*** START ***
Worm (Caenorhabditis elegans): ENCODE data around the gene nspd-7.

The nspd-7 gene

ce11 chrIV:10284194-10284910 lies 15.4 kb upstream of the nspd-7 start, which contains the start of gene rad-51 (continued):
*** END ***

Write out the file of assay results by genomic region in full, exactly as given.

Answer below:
Worm (Caenorhabditis elegans): ENCODE data around the gene nspd-7.

The nspd-7 gene

ce11 chrIV:10284194-10284910 lies 15.4 kb upstream of the nspd-7 start, which contains the start of gene rad-51 (continued):